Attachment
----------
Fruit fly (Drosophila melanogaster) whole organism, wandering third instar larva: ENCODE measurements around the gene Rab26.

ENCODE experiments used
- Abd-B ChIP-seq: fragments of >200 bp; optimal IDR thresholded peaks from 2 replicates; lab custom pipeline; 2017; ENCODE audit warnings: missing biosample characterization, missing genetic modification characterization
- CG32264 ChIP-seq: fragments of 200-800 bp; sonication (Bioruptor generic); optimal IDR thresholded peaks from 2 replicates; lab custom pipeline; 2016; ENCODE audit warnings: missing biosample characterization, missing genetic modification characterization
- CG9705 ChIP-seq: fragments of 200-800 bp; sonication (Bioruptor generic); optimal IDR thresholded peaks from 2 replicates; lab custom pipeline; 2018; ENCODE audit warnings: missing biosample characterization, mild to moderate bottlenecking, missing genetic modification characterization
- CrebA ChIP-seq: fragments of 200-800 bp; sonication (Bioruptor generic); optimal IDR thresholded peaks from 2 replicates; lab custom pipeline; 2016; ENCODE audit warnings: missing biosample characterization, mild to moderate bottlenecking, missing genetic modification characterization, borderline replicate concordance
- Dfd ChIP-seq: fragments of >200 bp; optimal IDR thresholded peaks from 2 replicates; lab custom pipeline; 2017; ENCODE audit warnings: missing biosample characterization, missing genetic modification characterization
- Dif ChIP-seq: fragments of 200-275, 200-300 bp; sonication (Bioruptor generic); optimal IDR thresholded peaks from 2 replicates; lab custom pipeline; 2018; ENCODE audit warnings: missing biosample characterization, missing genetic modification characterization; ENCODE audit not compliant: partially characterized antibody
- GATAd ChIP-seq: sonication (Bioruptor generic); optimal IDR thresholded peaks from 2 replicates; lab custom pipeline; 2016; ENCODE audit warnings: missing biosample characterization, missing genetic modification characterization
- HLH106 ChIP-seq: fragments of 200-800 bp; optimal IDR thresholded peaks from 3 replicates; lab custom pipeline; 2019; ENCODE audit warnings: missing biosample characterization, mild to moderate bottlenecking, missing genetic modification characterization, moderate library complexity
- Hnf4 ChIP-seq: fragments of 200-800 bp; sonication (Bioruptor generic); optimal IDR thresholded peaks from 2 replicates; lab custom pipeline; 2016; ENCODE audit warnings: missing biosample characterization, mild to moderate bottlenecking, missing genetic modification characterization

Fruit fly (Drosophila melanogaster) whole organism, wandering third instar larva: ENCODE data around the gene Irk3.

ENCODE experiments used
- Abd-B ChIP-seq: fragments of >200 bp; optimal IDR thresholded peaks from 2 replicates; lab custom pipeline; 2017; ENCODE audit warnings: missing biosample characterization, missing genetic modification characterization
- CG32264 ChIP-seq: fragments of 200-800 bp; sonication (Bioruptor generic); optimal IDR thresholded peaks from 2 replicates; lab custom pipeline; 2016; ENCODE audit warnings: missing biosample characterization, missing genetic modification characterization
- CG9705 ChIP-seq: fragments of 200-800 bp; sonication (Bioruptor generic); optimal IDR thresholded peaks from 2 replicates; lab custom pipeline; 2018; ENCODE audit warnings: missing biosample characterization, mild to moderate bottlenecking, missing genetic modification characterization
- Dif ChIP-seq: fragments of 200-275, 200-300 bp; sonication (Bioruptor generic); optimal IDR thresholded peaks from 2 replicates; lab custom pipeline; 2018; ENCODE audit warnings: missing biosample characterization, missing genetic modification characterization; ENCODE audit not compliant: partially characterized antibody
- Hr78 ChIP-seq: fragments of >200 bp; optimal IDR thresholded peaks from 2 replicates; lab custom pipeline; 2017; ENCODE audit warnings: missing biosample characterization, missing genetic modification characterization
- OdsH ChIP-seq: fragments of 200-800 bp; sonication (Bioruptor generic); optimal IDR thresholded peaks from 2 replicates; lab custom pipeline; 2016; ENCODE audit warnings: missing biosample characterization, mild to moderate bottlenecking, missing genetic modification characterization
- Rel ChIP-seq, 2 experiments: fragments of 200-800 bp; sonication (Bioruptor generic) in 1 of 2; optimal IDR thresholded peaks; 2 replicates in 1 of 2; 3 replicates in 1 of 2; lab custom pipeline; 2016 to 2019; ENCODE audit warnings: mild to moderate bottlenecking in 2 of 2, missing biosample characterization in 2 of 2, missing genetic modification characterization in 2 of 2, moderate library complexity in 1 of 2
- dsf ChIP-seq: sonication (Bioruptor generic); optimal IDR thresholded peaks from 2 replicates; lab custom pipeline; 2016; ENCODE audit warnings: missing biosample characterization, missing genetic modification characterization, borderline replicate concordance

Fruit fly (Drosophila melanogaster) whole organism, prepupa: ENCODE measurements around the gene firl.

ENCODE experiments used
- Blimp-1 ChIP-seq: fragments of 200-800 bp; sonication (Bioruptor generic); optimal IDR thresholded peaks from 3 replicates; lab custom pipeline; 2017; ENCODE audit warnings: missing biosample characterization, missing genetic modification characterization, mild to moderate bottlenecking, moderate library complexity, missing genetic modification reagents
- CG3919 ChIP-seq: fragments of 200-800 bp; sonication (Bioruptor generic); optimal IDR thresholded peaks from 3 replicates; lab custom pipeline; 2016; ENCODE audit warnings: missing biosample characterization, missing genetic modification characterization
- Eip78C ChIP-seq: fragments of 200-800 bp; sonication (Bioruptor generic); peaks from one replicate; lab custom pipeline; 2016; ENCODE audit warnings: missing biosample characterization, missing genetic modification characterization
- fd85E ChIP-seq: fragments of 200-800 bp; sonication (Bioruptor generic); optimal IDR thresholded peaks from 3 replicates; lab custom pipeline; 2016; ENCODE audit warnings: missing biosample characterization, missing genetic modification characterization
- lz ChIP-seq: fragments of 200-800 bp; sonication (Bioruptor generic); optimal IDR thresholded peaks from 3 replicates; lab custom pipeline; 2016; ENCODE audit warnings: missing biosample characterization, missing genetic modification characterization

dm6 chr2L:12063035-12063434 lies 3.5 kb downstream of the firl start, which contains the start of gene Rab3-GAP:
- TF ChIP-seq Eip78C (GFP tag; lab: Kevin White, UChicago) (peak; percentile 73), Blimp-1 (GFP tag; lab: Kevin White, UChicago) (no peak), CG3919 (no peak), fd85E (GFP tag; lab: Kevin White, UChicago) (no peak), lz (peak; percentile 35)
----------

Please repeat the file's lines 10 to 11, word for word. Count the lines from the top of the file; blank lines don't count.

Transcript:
- HLH106 ChIP-seq: fragments of 200-800 bp; optimal IDR thresholded peaks from 3 replicates; lab custom pipeline; 2019; ENCODE audit warnings: missing biosample characterization, mild to moderate bottlenecking, missing genetic modification characterization, moderate library complexity
- Hnf4 ChIP-seq: fragments of 200-800 bp; sonication (Bioruptor generic); optimal IDR thresholded peaks from 2 replicates; lab custom pipeline; 2016; ENCODE audit warnings: missing biosample characterization, mild to moderate bottlenecking, missing genetic modification characterization